For years, Earth Day celebrants have hugged trees, dressed up as their favorite endangered species, and extolled the virtues of compost and organic gardening.
This year, April 22, the annual day to tout personal and community greenness, has a new emphasis for many people: global warming and its predicted effects on Mother Earth.
Around the country and around the world, a batch of recent opinion surveys show swelling public interest in and concern about climate change.
There is "a significant shift in public attitudes toward the environment and global warming [with] fully 83 percent of Americans now saying global warming is a 'serious' problem, up from 70 percent in 2004," reports the Yale Center for Environmental Law and Policy.
"The last six months have been the most rapid period of change in public awareness and attitudes on climate change that I've ever seen," says William Moomaw, a Tufts University climate expert and coauthor of the recent report by the Intergovernmental Panel on Climate Change (IPCC), a UN-sponsored group of scientists.
Demand for climate-change briefings he's delivered for the past five years have jumped in the past year, says Dr. Moomaw. Audiences who were once polite are now actively engaged.
Now, after talks he regularly finds himself surrounded by mobs of questioners eager to learn more.
One of those who has questions about climate change and its possible impact on local weather patterns is Suzy Carpenter, a fourth-generation Arizonan who lives in Mesa. She's noticed a change in what she calls the summer monsoon season there.
"When I was little it would pour buckets every single night, and it was that way through the summers until I was probably in my mid-20s," says Ms. Carpenter, speaking of the 1970s. "Now it's cycled down to where we get three or four storms per summer, and we're always short on rainfall now."
Why all the heightened interest in global warming?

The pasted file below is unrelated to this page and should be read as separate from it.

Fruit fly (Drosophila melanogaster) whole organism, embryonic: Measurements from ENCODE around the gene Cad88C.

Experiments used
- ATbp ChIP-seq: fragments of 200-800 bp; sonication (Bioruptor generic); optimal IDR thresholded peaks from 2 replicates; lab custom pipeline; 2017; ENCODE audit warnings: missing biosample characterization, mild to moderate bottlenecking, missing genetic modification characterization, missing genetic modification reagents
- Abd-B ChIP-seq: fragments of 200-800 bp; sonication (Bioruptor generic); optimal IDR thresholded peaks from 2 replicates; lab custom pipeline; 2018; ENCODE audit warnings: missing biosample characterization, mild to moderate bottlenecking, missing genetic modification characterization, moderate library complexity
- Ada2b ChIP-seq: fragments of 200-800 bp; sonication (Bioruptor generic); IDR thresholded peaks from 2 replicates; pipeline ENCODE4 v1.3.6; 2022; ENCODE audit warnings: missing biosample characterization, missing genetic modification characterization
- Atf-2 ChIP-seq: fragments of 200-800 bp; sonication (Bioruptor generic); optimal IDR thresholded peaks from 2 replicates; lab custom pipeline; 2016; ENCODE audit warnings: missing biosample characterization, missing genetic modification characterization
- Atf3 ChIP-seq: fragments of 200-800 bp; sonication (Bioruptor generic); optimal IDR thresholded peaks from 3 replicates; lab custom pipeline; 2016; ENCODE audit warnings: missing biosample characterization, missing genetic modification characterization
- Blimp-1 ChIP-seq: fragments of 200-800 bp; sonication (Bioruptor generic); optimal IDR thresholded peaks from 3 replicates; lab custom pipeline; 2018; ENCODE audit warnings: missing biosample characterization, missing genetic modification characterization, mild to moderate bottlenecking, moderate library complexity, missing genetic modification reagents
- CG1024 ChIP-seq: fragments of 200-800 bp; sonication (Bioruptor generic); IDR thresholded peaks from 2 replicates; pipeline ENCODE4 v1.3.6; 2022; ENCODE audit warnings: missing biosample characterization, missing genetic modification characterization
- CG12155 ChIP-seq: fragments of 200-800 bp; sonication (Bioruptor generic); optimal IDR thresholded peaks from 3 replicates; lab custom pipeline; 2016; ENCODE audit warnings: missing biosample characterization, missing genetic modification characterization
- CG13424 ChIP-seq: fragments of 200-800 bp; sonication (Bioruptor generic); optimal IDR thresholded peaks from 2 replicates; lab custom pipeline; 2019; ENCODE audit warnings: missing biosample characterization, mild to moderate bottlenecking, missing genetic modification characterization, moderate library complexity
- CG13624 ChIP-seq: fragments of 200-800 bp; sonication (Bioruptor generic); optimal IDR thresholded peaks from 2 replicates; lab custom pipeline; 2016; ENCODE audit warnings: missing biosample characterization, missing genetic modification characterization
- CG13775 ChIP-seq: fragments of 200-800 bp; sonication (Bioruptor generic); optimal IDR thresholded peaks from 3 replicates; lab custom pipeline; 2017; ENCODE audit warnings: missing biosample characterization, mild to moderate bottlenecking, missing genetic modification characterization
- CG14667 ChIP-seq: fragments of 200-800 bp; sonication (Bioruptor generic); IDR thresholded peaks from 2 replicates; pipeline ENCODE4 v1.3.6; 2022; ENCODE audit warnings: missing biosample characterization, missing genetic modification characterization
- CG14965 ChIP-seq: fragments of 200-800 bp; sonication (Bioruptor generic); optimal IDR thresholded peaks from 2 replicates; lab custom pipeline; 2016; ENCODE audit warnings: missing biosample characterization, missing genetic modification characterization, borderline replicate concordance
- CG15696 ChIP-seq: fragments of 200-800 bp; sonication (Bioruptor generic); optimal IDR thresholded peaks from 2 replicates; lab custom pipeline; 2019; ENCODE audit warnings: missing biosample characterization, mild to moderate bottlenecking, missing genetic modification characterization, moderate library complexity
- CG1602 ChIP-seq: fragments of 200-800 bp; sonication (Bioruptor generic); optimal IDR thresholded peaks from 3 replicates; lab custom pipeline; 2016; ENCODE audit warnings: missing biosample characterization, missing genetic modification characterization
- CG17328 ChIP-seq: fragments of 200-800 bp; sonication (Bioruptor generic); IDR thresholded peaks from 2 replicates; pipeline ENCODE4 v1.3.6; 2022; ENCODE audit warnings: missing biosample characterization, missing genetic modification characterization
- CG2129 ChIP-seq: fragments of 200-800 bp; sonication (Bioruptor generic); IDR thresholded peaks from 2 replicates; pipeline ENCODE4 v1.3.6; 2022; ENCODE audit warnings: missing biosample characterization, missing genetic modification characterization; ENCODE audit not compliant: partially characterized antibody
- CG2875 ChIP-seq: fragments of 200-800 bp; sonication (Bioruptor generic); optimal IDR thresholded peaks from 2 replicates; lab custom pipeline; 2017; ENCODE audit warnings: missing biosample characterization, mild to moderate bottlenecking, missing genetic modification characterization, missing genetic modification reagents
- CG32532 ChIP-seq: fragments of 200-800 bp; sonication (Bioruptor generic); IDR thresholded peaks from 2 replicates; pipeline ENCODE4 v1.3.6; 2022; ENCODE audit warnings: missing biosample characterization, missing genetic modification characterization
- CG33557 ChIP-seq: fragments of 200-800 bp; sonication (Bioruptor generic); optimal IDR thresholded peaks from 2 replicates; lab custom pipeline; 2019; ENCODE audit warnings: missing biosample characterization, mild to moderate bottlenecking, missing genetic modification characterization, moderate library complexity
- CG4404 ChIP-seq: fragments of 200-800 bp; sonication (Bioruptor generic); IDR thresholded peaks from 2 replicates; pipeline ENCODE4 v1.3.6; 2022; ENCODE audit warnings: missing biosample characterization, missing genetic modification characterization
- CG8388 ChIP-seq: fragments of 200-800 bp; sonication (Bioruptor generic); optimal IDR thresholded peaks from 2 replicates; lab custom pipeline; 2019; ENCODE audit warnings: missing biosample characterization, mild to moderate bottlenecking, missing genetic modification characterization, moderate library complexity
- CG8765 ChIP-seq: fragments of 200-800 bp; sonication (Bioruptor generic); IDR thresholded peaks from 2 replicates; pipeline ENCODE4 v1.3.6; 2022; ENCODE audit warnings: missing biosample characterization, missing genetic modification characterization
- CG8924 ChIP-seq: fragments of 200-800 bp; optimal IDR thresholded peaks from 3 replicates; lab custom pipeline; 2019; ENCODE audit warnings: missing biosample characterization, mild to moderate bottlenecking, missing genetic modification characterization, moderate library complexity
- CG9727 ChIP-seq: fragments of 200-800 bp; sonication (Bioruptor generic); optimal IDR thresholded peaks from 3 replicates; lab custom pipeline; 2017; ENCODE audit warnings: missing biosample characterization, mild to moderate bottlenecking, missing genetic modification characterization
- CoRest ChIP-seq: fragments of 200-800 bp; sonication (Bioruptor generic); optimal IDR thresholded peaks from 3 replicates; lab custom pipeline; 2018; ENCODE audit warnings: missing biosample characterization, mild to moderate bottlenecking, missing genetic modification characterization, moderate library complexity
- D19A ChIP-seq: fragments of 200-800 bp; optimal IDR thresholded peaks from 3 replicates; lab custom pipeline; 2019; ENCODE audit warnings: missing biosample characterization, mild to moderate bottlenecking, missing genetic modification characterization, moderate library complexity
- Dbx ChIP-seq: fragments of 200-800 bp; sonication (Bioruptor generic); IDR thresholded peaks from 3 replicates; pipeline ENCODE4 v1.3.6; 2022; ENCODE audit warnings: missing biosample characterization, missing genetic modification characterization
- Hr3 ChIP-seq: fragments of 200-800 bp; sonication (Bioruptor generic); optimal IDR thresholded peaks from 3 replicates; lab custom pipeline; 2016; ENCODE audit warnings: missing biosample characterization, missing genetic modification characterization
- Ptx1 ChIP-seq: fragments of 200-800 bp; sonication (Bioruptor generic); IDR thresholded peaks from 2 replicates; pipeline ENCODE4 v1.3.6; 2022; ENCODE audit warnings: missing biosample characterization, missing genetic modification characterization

Several reasons: Media interest (splashy cover stories in The Atlantic Monthly, Newsweek, and Vanity Fair magazines); Al Gore's film "An Inconvenient Truth"; Democrats now controlling Congress and holding highly publicized hearings, plus a steady drumbeat of reports from the IPCC; retired military officers worried about the national security implications of climate change; and other government and academic sources.
Meanwhile, some high-profile politicians, including Gov. Arnold Schwarzenegger (R) of California, have been playing up the issue. Last September, Mr. Schwarzenegger signed the Global Warming Solutions Act, which aims to reduce greenhouse-gas emissions in the state 25 percent by 2020 and 80 percent by 2050 – the most stringent guidelines in the country.
The US Supreme Court has weighed in on climate change. On April 2 it ruled that the US Environmental Protection Agency has the authority to regulate carbon dioxide and greenhouse gases that contribute to global warming.
For some people, a particular event has captured their attention on the effects of climate change. Chela Sullivan in Phoenix was energized when she recently saw Al Gore give his Power- Point presentation in a packed hall at Arizona State University. But like a lot of young Americans, she had already started doing her bit to reduce greenhouse-gas emissions.
She leaves her yellow VW bug at home and carpools as much as possible. She installed energy-saving lightbulbs and appliances in her condo and doesn't use the clothes dryer. "If I have to make adjustments in my life – like walking more and spending less on gas – I will, because I think it's imperative," she says.